Such was the case of a client that received the majority of the site traffic and conversions through the use of influencer traffic. The demographic of that traffic soon became clear: 18–24-year-old males. However, the client had developed the product to serve 35-50-year-old males. That’s who they thought they were targeting, but the influencers they had chosen were serving a different tribe.
When choosing a source of traffic, figure out who those visitors are and create products and messaging that will appeal to them specifically.
Often, landing pages try to do too much all at once. This only causes visitors to become more confused about how to proceed. Depending on the campaign you’re running and where the visitor is coming from, you need to figure out exactly what you want them to do, then make that abundantly clear on the page.
This does not negate having secondary goals. They should never, however, share the prominence of a primary goal. By glancing at the page, anyone should clearly be able to know what to do next.
A landing page is your best opportunity to define what makes your service or product better than the rest. However, identifying what makes your company unique is a significant challenge. With so many competitors, how do you stand out? The reality is that products and even services have become so commoditized that it’s difficult for customers to distinguish the differences.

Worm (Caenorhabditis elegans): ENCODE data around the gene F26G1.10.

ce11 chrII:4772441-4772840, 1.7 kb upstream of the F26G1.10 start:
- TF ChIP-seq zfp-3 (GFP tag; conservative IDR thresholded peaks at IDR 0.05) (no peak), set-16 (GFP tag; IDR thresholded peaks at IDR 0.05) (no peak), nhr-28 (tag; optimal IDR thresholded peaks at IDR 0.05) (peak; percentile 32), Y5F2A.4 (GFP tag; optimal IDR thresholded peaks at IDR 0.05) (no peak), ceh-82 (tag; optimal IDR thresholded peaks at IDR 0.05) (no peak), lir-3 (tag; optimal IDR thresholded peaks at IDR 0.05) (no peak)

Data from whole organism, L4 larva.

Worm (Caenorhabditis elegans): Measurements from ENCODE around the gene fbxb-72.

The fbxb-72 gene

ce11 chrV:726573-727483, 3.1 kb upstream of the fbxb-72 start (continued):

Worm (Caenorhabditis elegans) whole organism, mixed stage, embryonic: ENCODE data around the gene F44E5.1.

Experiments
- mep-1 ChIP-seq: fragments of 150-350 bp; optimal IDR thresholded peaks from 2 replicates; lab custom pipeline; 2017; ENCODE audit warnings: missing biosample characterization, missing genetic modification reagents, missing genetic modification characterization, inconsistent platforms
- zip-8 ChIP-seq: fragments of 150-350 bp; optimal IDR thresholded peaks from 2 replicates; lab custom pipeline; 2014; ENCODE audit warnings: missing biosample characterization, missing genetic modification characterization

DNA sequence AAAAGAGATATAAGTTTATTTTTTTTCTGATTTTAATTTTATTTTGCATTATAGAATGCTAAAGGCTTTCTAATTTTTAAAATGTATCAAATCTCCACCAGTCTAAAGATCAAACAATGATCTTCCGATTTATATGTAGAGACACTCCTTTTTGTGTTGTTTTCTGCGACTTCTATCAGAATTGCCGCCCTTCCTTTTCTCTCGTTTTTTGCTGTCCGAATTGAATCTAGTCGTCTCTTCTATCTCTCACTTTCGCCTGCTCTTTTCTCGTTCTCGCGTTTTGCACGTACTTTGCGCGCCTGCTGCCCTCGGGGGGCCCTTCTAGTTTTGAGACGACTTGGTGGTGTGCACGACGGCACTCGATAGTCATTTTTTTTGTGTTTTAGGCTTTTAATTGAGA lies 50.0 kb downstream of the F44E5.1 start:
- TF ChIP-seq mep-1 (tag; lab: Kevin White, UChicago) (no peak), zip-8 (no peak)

Identify the key differentiators between you and your competitors. For instance, when Zappos first rolled out free next-day shipping and easy next-day returns, it helped distinguish them from the rest of their industry. It wasn’t about the product, but rather the experience visitors had with the ease of getting different shoes, trying them, and returning them easily.
Our CEO was recently trying to subscribe to a website's email list. The site asked him to select his time zone using a dropdown.